Cucurbit yellow stunting disorder closterovirus: new Bemisia tabaci-transmitted virus in Spain
On the south-eastern coast of Spain, melon (Cucumis melo) and cucumber (Cucumis sativus) grown under plastic greenhouses have been seriously affected by a yellowing disease since 1982. This disease has also been observed in the Middle East: Jordan, Israel, United Arab Emirates and Turkey (Duffus, 1996) where it has reached epidemic levels since 1985. The causal agent of this disease has been identified, characterized and called cucurbit yellow stunting disorder closterovirus (CYSDV). The authors have shown that it was transmitted by Bemisia tabaci (EPPO A2 quarantine pest) B and non-B biotypes, but not by Trialeurodes vaporariorum. The virus can be retained at least for 7 days by the vector. The experimental host range appears to be restricted to Cucurbitaceae. Comparative studies have also been made between CYSDV and lettuce infectious yellows closterovirus (EPPO A1 quarantine pest) from USA, and showed that these two viruses are related but distinct. The authors concluded that CYSDV could be a member of a newly recognized subgroup of closteroviruses with bipartite genomes of which lettuce infectious yellows closterovirus is the type member, and that further studies are necessary to identify the various whitefly-transmitted closteroviruses that cause yellowing diseases in vegetable crops and which have been reported from many parts of the world.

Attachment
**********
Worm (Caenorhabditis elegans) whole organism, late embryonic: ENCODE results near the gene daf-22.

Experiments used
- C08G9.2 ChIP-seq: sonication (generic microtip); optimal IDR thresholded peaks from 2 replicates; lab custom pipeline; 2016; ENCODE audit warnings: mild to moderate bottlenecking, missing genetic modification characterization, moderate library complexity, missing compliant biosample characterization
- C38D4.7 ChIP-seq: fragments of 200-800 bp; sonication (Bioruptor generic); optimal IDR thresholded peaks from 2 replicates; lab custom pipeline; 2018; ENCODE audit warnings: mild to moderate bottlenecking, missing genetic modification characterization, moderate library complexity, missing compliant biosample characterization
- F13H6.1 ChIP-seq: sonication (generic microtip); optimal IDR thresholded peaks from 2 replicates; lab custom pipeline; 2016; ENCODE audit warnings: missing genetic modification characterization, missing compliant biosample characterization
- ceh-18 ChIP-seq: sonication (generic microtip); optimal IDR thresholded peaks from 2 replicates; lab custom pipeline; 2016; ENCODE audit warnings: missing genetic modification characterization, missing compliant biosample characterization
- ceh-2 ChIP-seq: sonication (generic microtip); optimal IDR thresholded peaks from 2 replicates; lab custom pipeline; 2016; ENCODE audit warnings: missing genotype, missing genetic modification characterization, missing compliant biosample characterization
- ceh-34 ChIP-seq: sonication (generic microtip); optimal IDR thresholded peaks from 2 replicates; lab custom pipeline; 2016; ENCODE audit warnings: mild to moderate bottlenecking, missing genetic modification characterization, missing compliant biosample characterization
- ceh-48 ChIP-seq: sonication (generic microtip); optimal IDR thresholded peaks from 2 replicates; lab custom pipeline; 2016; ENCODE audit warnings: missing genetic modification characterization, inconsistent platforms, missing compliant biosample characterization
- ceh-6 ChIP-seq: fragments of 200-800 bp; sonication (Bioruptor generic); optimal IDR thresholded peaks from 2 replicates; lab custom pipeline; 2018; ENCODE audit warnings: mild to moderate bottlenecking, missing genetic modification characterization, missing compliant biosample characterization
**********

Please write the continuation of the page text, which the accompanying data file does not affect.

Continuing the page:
Célix, A.; López-Sesé, A.; Almarza, N.; Gómez-Guillamón, M.L.; Rodríguez-Cerezo, E. (1996) ;Characterization of cucurbit yellow stunting disorder virus, a Bemisia tabaci-transmitted closterovirus.
Phytopathology, 86(12), 1370-1376.
Duffus, J.E. (1996) Whitefly-borne viruses. In: Bemisia: 1995 Taxonomy, Biology, Damage, Control and Management (Ed by Gerling, D. ; Mayer, R.T.), pp 255-263, Intercept limited, Andover, Hants, UK.